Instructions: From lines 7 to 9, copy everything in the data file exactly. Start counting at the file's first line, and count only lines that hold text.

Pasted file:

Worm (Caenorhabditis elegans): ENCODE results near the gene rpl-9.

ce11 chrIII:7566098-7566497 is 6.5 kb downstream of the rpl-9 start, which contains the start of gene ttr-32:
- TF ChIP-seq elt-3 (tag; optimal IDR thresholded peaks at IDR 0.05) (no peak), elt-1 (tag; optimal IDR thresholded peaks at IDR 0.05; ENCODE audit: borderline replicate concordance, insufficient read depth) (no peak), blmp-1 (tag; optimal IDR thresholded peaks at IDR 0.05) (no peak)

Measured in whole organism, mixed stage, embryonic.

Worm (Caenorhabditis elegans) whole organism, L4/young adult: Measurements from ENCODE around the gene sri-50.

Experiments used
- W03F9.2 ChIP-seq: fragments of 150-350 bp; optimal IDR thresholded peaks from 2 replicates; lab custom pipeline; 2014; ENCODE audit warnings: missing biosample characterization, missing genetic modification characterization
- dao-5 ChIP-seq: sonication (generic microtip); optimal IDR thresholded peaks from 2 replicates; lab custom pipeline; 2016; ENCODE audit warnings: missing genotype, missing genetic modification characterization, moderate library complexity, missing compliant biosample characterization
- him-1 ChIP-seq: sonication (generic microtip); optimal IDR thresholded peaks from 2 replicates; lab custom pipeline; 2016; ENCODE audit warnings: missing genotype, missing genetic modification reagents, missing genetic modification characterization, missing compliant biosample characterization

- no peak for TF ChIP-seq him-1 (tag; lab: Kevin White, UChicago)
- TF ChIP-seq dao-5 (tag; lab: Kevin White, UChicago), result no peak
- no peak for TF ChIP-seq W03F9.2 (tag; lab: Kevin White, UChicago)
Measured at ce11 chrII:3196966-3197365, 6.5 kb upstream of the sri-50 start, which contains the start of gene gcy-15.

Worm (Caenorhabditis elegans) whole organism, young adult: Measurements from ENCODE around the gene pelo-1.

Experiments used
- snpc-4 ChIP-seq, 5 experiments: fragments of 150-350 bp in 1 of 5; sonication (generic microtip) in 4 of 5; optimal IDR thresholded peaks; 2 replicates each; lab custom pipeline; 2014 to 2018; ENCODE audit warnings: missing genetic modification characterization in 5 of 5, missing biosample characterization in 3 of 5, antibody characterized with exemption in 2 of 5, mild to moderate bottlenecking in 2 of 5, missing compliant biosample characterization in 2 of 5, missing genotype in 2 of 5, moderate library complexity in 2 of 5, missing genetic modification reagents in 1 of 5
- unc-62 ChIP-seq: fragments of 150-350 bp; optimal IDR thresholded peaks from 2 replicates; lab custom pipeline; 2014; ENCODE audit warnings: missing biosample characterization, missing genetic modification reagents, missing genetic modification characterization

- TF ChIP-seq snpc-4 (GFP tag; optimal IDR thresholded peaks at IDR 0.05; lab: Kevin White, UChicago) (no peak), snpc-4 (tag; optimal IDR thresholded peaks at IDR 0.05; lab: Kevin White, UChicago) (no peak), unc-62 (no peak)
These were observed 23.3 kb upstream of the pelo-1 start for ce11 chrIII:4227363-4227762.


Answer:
- W03F9.2 ChIP-seq: fragments of 150-350 bp; optimal IDR thresholded peaks from 2 replicates; lab custom pipeline; 2014; ENCODE audit warnings: missing biosample characterization, missing genetic modification characterization
- dao-5 ChIP-seq: sonication (generic microtip); optimal IDR thresholded peaks from 2 replicates; lab custom pipeline; 2016; ENCODE audit warnings: missing genotype, missing genetic modification characterization, moderate library complexity, missing compliant biosample characterization
- him-1 ChIP-seq: sonication (generic microtip); optimal IDR thresholded peaks from 2 replicates; lab custom pipeline; 2016; ENCODE audit warnings: missing genotype, missing genetic modification reagents, missing genetic modification characterization, missing compliant biosample characterization